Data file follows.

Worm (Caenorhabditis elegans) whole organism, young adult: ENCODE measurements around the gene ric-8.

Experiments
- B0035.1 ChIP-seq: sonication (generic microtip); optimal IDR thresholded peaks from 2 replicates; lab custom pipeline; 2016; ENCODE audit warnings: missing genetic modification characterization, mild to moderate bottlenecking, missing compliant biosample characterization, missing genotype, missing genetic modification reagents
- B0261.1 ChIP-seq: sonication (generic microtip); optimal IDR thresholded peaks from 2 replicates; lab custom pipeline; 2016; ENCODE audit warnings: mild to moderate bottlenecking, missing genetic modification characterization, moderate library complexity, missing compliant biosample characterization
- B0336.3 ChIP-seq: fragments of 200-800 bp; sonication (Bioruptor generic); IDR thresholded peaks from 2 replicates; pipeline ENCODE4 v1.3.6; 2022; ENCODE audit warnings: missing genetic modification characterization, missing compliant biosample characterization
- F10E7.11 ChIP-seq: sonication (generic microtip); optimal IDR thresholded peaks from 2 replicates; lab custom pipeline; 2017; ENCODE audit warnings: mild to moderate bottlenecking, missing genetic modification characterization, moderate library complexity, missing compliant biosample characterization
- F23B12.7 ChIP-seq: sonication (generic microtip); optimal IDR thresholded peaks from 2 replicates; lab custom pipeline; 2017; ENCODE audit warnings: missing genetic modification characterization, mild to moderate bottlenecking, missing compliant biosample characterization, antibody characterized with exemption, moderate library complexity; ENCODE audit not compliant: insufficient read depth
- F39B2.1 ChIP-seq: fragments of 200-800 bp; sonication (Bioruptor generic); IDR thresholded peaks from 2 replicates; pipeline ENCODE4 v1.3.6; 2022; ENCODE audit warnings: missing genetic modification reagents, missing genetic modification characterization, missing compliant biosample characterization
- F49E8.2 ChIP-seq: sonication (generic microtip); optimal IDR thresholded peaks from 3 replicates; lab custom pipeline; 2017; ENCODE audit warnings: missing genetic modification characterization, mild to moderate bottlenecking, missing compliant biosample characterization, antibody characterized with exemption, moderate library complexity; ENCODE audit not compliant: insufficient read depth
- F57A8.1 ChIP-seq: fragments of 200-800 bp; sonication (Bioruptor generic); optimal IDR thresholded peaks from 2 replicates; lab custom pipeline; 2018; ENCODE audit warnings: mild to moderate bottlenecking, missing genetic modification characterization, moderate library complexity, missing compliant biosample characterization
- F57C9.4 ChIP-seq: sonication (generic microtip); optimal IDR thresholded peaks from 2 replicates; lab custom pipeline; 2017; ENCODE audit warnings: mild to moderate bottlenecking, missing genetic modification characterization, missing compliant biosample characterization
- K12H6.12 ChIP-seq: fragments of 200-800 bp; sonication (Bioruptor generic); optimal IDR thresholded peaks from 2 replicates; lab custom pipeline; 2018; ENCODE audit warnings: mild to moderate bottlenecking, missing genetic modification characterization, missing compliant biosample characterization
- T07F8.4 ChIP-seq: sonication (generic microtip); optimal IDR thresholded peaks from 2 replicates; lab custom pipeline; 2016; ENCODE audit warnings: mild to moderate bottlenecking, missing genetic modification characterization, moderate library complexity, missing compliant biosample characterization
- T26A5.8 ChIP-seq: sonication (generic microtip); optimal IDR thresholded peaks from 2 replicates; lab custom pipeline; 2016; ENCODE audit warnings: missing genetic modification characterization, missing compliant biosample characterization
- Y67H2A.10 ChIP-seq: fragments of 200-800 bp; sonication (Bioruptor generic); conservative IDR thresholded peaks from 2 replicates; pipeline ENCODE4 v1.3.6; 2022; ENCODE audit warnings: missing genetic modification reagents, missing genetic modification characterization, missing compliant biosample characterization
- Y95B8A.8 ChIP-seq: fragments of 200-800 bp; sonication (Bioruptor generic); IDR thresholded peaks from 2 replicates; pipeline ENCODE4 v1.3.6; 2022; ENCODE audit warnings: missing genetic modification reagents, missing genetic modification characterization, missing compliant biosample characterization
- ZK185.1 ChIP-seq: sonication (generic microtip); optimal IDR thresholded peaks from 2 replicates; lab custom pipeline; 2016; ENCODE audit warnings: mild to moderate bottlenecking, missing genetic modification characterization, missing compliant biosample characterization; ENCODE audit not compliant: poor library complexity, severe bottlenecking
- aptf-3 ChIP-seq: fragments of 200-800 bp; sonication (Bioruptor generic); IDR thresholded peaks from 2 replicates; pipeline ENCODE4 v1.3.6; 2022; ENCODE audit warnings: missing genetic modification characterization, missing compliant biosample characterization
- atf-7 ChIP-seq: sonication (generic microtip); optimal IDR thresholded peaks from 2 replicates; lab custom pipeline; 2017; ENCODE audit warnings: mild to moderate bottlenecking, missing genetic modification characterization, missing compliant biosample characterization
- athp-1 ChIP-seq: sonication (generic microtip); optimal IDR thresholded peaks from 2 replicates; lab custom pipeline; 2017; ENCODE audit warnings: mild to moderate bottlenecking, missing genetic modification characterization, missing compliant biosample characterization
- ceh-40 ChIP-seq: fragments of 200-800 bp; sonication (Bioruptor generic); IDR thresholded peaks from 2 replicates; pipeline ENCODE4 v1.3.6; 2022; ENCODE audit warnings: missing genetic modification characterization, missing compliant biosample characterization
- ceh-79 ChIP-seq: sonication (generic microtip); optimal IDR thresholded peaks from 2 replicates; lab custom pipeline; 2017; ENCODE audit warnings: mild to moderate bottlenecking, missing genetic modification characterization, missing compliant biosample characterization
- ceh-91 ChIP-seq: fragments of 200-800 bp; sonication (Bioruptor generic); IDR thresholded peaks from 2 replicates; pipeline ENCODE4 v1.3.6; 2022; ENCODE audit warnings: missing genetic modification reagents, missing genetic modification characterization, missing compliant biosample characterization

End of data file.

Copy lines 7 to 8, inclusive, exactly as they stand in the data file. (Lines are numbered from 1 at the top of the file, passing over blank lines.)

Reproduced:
- F23B12.7 ChIP-seq: sonication (generic microtip); optimal IDR thresholded peaks from 2 replicates; lab custom pipeline; 2017; ENCODE audit warnings: missing genetic modification characterization, mild to moderate bottlenecking, missing compliant biosample characterization, antibody characterized with exemption, moderate library complexity; ENCODE audit not compliant: insufficient read depth
- F39B2.1 ChIP-seq: fragments of 200-800 bp; sonication (Bioruptor generic); IDR thresholded peaks from 2 replicates; pipeline ENCODE4 v1.3.6; 2022; ENCODE audit warnings: missing genetic modification reagents, missing genetic modification characterization, missing compliant biosample characterization